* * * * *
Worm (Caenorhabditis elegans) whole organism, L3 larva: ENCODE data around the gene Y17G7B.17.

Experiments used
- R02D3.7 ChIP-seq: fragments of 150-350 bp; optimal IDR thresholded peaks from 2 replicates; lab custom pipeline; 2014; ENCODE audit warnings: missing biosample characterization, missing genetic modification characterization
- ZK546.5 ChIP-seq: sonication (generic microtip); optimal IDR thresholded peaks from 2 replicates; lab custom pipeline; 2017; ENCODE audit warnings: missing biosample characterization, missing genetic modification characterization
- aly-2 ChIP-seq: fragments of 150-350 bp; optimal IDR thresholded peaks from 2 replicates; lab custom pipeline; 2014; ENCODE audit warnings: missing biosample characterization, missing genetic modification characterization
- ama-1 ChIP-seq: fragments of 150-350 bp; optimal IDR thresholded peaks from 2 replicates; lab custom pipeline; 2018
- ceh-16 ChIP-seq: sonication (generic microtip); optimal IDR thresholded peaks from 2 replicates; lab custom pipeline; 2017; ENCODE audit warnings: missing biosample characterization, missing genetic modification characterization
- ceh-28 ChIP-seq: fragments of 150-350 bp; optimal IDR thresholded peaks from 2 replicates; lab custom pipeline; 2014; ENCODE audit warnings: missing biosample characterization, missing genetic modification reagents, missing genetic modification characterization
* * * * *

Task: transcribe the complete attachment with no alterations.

Worm (Caenorhabditis elegans) whole organism, L3 larva: ENCODE data around the gene Y17G7B.17.

Experiments used
- R02D3.7 ChIP-seq: fragments of 150-350 bp; optimal IDR thresholded peaks from 2 replicates; lab custom pipeline; 2014; ENCODE audit warnings: missing biosample characterization, missing genetic modification characterization
- ZK546.5 ChIP-seq: sonication (generic microtip); optimal IDR thresholded peaks from 2 replicates; lab custom pipeline; 2017; ENCODE audit warnings: missing biosample characterization, missing genetic modification characterization
- aly-2 ChIP-seq: fragments of 150-350 bp; optimal IDR thresholded peaks from 2 replicates; lab custom pipeline; 2014; ENCODE audit warnings: missing biosample characterization, missing genetic modification characterization
- ama-1 ChIP-seq: fragments of 150-350 bp; optimal IDR thresholded peaks from 2 replicates; lab custom pipeline; 2018
- ceh-16 ChIP-seq: sonication (generic microtip); optimal IDR thresholded peaks from 2 replicates; lab custom pipeline; 2017; ENCODE audit warnings: missing biosample characterization, missing genetic modification characterization
- ceh-28 ChIP-seq: fragments of 150-350 bp; optimal IDR thresholded peaks from 2 replicates; lab custom pipeline; 2014; ENCODE audit warnings: missing biosample characterization, missing genetic modification reagents, missing genetic modification characterization